Who are the powerbuyers?
The powerbuyers in electronic and print are the same people. Three years ago, the ebook powerbuyer skewed male and older, Vlahos and Gallagher said, but now ebook buyers are no longer early adopters; they’re the general public. The conversion rate has slowed as well. The percentage of people who responded to the question “When did you buy your first ebook?” with the answer “In the last six months” has dropped. Many of the findings reflect Library Journal’s Power Patron findings, which show ebook powerbuyers are loyal to ebooks once they make the leap from print.
The two researchers warned against “the cardinal sin of scenario planning,” i.e., falling in love with any one scenario. It’s impossible to know for certain what the future holds or what this leveling out means. It could be that the research BISG and Bowker conducted after the 2011 holiday season will show the explosive growth we’ve come to expect. It could be that this is the beginning of seasonality as the ebook market begins to mature. Or it could be that this is a plateau. Gallagher and Vlahos did postulate that the real issue lies with Angry Birds, that there’s stiff competition for leisure time, and that people buying tablets are not using them to read.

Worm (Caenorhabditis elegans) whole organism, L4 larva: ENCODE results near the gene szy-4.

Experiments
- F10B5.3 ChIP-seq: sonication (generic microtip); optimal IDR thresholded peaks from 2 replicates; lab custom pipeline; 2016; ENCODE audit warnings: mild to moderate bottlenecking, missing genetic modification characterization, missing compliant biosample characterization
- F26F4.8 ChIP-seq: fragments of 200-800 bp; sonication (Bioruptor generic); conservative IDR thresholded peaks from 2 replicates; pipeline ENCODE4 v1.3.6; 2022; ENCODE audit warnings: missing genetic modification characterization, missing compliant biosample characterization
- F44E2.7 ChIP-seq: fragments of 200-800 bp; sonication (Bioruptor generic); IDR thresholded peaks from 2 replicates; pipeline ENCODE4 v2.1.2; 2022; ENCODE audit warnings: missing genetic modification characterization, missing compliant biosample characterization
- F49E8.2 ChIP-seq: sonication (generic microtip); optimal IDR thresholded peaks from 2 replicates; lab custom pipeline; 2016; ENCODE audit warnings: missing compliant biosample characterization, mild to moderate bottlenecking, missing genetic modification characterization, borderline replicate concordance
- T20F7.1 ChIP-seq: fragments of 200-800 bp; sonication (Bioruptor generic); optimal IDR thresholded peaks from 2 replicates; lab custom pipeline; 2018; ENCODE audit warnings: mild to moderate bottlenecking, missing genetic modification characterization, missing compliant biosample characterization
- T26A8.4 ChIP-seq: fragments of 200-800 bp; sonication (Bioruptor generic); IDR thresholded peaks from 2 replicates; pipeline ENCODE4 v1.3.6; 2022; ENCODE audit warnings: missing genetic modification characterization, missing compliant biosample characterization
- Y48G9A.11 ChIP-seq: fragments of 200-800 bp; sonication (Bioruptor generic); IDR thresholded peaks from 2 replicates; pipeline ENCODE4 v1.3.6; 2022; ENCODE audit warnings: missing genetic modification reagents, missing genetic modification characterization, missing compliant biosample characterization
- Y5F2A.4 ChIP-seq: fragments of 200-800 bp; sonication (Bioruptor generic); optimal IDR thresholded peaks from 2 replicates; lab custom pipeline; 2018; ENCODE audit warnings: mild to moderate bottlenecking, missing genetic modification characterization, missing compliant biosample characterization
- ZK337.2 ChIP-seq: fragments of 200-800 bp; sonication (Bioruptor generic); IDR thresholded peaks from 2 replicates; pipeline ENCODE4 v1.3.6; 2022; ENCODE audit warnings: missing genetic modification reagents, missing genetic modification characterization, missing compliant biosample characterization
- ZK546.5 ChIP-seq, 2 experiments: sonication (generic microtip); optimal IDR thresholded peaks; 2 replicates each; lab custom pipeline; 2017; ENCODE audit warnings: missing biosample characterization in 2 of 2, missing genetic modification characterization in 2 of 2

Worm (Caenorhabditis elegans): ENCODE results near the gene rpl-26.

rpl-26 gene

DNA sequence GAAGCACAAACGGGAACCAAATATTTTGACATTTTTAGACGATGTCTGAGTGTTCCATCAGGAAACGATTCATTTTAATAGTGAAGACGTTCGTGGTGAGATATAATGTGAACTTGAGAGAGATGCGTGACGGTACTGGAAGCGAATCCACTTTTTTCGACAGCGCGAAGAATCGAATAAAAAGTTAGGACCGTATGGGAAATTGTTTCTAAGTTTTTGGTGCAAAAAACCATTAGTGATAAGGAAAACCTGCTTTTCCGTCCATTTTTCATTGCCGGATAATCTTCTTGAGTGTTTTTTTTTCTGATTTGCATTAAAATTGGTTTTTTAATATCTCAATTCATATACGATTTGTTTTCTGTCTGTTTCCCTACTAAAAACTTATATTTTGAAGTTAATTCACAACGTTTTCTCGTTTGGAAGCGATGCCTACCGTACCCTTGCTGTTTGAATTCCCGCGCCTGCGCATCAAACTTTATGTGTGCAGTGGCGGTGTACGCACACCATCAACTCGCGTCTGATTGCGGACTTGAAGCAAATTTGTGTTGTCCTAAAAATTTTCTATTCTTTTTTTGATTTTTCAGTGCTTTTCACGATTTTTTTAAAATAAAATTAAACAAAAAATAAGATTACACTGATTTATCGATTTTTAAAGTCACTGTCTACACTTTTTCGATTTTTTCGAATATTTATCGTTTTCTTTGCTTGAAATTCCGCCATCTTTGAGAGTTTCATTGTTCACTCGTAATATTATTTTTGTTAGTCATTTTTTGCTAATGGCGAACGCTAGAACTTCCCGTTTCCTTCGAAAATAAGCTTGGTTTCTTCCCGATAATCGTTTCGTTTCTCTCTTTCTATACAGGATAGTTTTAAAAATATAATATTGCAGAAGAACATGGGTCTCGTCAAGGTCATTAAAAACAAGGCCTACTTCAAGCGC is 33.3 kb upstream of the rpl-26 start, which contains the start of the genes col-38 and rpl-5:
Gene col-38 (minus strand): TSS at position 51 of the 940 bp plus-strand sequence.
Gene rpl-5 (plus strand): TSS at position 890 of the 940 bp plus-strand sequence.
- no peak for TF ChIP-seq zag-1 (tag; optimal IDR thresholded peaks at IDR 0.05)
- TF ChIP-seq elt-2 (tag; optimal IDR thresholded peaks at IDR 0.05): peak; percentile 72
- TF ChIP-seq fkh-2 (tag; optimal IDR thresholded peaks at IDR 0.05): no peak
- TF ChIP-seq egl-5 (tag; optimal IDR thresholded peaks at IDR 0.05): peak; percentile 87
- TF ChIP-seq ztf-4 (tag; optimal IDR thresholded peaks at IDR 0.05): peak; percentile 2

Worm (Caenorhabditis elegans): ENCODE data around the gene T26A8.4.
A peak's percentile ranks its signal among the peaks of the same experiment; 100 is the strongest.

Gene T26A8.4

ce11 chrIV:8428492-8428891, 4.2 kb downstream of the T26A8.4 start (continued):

The gadget petting zoo
With that in mind, I took a quick stroll through the gadget petting zoo, where a number of e-readers and tablets were on display. Tablets are outselling e-readers, which makes sense. I have to wonder about the slowing sales rate of ebooks with respect to devices. Not everyone reads for pleasure, and certainly not all readers are devoted enough to the act of reading to buy a relatively expensive device solely for buying and consuming books.